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Children learn through play. As an occupational therapist who works with children and youth, I use games and toys almost every day to help develop important cognitive, visual perceptual, motor, sensory, social, play and leisure skills. While many different types of activities can be used in therapy, this blog focuses on off-the-shelf games and toys that are accessible to most. Whether you are a therapist, parent, teacher, or a game lover like me, I hope you discover something useful while you are here. Learn a different way to play a game you already own or discover a new game for your next family game night. Either way, just go play. It's good for you!

The OT Magazine named The Playful Otter one of the Top 5 Pediatric OT Blogs.


Sunday, April 19, 2015

eeBoo Memory Games


 

Memory games with bright, whimsical graphics.

 
Work on visual memory, visual discrimination, figure ground, spatial relations/position in space, visual closure, eye-hand coordination, visual scanning, manual dexterity, in-hand manipulation, coordinated use of both hands, executive functions, crossing midline, play and leisure activity exploration and participation, social interaction and participation
 
In the box: 24 sets (48 cards)
Ages 5+, 2+ players
 
If you are looking for Memory Games that have won Best Toys Awards, that have cards that are a little thicker than the average, that is made of recycled materials, and that have bright graphics, eeBoo may be the brand for you. These three memory games have been a fun and useful part of my collection. Cards are 2.25 X 2.25, plastic coated, and 1/8 inch thick. Because of this thickness, they are easier to grasp and turn than flat cards. If I am working with someone who has trouble picking up a card off a flat surface and flipping it in place, I might start with these games. I Never Forget a Face would not be a tool for reading facial expressions as they are almost all happy. I blogged separately about I Never Forget a Face here.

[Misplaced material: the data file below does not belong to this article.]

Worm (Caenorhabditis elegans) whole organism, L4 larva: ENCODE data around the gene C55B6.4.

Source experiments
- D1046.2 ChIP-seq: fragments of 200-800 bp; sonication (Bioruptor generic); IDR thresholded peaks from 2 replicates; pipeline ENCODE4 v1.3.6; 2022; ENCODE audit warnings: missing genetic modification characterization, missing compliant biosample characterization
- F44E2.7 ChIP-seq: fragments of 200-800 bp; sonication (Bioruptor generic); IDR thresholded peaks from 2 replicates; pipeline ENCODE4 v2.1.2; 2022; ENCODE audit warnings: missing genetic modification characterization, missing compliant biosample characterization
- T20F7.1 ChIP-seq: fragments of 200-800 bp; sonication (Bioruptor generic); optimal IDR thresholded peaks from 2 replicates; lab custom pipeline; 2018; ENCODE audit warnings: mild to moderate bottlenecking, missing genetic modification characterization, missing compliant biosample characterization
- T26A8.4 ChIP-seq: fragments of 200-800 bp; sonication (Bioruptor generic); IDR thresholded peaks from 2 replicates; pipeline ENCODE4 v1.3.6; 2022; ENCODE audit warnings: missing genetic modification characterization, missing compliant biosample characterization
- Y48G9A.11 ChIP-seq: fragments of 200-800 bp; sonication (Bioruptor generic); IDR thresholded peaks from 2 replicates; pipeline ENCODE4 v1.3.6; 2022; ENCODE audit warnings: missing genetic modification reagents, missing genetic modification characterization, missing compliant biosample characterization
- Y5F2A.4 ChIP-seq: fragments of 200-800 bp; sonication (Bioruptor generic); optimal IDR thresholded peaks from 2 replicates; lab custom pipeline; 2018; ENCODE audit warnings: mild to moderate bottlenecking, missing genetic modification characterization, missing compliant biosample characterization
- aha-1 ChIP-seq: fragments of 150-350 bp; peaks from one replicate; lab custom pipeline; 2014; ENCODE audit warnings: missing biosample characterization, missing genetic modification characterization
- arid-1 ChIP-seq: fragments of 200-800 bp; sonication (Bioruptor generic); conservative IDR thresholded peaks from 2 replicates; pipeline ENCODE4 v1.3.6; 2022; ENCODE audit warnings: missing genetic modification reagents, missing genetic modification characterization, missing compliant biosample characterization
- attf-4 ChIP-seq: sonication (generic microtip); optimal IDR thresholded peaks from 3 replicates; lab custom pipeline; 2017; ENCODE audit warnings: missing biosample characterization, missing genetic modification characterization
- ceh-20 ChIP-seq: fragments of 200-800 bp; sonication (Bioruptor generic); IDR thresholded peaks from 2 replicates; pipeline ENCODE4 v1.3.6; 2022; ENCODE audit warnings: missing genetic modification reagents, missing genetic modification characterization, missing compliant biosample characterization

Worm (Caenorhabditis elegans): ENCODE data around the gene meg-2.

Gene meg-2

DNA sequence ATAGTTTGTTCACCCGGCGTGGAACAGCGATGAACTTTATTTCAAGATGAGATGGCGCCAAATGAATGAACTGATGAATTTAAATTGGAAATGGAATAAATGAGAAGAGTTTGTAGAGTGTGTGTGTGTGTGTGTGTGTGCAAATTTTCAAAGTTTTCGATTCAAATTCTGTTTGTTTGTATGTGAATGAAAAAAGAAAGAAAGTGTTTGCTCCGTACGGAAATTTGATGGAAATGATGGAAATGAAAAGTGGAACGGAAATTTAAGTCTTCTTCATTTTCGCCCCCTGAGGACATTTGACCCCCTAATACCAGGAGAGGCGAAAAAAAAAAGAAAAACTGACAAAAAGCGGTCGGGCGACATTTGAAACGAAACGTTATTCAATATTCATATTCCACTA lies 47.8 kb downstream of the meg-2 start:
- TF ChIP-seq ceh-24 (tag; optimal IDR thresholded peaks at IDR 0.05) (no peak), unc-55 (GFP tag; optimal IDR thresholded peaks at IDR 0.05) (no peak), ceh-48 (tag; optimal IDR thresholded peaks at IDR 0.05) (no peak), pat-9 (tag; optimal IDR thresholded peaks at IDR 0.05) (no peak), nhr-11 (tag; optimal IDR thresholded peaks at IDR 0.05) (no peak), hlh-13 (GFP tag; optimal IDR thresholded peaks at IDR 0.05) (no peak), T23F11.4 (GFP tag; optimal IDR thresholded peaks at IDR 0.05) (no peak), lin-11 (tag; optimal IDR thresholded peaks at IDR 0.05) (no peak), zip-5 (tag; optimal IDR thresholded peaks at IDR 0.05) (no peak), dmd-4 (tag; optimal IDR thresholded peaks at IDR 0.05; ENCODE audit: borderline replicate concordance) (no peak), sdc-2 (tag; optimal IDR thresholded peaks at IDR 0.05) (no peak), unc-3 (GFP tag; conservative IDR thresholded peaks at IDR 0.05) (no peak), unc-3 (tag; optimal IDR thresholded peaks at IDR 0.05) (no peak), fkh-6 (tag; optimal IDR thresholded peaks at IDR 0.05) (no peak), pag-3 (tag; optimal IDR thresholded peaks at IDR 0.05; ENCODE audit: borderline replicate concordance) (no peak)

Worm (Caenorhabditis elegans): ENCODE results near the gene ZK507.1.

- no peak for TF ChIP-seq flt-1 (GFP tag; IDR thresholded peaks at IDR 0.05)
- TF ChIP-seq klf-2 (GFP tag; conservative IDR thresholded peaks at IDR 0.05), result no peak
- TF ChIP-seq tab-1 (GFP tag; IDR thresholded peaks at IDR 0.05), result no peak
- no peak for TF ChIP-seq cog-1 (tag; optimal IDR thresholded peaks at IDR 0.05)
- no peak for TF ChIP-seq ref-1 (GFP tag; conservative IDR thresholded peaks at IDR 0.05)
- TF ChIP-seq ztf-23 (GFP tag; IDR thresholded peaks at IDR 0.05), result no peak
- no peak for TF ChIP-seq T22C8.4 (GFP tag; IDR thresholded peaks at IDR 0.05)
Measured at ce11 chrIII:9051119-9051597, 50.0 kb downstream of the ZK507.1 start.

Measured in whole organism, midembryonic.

Try this:
  • Turn all the cards picture side up to make it a simpler version of matching without the memory component.
  • Start with fewer sets for beginners. Add in a few new sets at a time until you work your way up to a game using all the cards.
  • Turn six different cards face up on the table. Turn the rest of the cards face down. Take turns turning over one card. If you made a match to one of the cards turned face up, take it and place the set next to you. Try to remember which cards have been turned up and are not matches to avoid turning them over again. When the last match is made, the person with the most pairs wins.
  • Turn one card from each set face up on the table. Ask questions such as 1) how many candies have green in them, 2) how many kids have red hair, 3) how many cards show animals.
  • Separate out one card from each set and lay them face-up on the table. Stack the remaining cards and, one at a time, scan the face-up cards to find its match on the grid you created on the table.
  • Ask the individual to flip the card in place, not pull to the side of the table to pick up.
  • Empty the cards on the table. Ask the individual to place all the cards face-down in preparation for play. Pick each card up and, if necessary, turn it in-hand to orient it for placement instead of turning to orient it on the tabletop.
  • Put the cards away at the end by picking up one card and stacking it on top of another, pick up both cards and stack them on top of another, pick up all three cards and stack them on top of another, etc. How many cards can the individual stack and hold without dropping?
  • Create the grid for play by picking up a stack of cards in the non-dominant hand and, one at a time, push the top card off with the thumb for placement.
  • Play alone to improve memory and concentration. Count how many turns it takes you to complete the game. Play again and try to beat that score.
For more information or to purchase, click on the image below.

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